Yes the American companies and other western companies are denied the chance of investing in Sudan and they left that for the Chinese and others companies from the far east, Sudan as a country also loosing, the best technology for oil explorations is in USA and Europe even for building dams and other infrastructure project it better to have competition from difference international companies and choose the best option than to relay on investors from one countries. They are saying Chinese donâ€™t put preconditions but they actually keep blind eye on all the atrocities committed by the dictatorships and promoting some corrupt practices in those countries. If we look at why the Chinese economic grow rapidly in the last 15 years that mainly due to investments from multi-national and the preferential trade agreement they have with USA and also have full access the European market.
The Rate of Growth of Sudan economy
It is very misleading to look at the rate of growth for any country from the macroeconomic point of view and to ignore the microeconomic points. Yes in the last 5 years the annual rate of growth for the Sudanese economy is around 10% per year, that mainly due to the discovery of oil which represent around 65% of government revenue, if we look at the rate of growth in the other sectors of the economy it is actually a negative growth, Sudan used to have between 10 to 12% of the world cotton market, now is less that 4% it lost some to itâ€™s share to the newcomers.
The most important question is what affect does the high rate of growth have on the wider population lives, are they better economically or worse, does it improve their standard of living or not.
The answer is clear, the majority of Sudanese people are poor and lack the basic needs to survive, unless you are lucky enough to get a job in one of the oil companies or a new telecommunication companies you will not notice the growth in the economy and that means nothing for you.
According to the recent figures Sudan has the highest rate of internally displaced persons in the world around 5 millions people in a country of a population of 39 millions people, almost 13% of the population is IDPs, just imagine the standard of living of those people.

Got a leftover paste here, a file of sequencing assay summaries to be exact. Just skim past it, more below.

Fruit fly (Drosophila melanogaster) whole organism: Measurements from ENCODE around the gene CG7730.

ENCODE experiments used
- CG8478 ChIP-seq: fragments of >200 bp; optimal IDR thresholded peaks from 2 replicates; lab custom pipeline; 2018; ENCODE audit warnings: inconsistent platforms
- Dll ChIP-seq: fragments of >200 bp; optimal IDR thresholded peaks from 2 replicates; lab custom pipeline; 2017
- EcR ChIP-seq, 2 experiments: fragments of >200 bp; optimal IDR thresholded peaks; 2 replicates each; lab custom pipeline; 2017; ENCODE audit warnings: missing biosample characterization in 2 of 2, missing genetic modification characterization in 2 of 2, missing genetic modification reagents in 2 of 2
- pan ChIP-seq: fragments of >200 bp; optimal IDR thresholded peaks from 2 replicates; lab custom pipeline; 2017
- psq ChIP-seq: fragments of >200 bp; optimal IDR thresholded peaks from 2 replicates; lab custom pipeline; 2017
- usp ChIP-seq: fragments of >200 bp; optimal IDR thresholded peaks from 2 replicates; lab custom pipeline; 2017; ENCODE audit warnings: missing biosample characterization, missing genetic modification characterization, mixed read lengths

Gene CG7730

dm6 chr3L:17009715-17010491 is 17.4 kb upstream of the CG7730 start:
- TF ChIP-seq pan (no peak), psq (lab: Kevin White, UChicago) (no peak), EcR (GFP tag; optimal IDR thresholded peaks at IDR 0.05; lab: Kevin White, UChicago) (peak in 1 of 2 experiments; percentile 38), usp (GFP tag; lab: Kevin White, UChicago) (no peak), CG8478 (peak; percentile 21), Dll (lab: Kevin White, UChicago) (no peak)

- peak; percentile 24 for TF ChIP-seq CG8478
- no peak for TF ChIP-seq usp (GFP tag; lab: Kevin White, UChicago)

Sudan will do far better without USA sanctions; they just have to leave no reason for the American or other to impose sanctions on Sudan.
Abdul-Wahab misses the point: reality economics has hit home: it’s not about the mismanagement of oil revenue – Sudan should never have been expected to make with just oil revenue, but like any other country must have access to ‘standard’ international development finance and foreign debt relief: remember the underlying driver of Sudan’s internal conflicts has been relative economic underdevelopment, so it only makes sense that US sanctions should be lifted (and quickly) if we want to see long term stability in Sudan. I’ve always been amazed (nay stunned) that ‘internationals’ based in Sudan (let alone those based in their home-countries) have always shrugged their shoulders and have said “Well, the sanctions don’t seem to have had an impact, you guys (ie Sudan) are doing alright, you’ve got oil revenues”. Amazing. They make it sound (wrongly) as if countries with resource receipts somehow don’t need external financial assistance – despite numerous glaring examples around the world suggesting otherwise. That’s what I mean by ‘reality economics’ hitting home; the tailing off of world oil prices since Q4 ’08 has put paid to that myth that US sanctions have had no effect on Sudan.
The imposition of unilateral sanctions by the U.S. administration against the goverment of the Sudan has proven to be of positive impact for both the country and the goverment. Finding itself isolated by the U.S. and its Western allies, the goverment aimed eastward looking for economical and commercial partners where the ties are mainly based on mutual interests and far from hidden agenda and political intervention. Now, vital economic sectors like oil and energy are dominated by Asian companies mainly from China, they are actively involved in execution of some historical and great projects stand as obvious addresses of the current Sudanese development and progress. Thus, who missed the chance? I think the U.S. did.
To taylor sanctions against Arabic speaking muslims in the North ONLY is ; without doubt ; racist and islamophobic .It is a devious policy designed to disrupt not consolidate national unity. Other Western countries have followed suit ;taking their cue from Washington .Norway now offers scholarships to the South only.
We also remember that promises were made to Sudan before signing the Comprehensive Peace Agreement that the reward would be revisiting the sanctions and rethinking them. More promises were made in 06 before signing the Darfur Peace Agreement .The threat to penalise those who do not sign never materialised. On the contrary the rebels were emboldened by the ICC. They have sanctuary in the West.
Those of us who admire Western democratic values are appalled by the doublethink which has nothing in common with the moral high ground or with the value system ostensibly promoted by the West.
Western policies feed extremism and discredit moderation and moderates.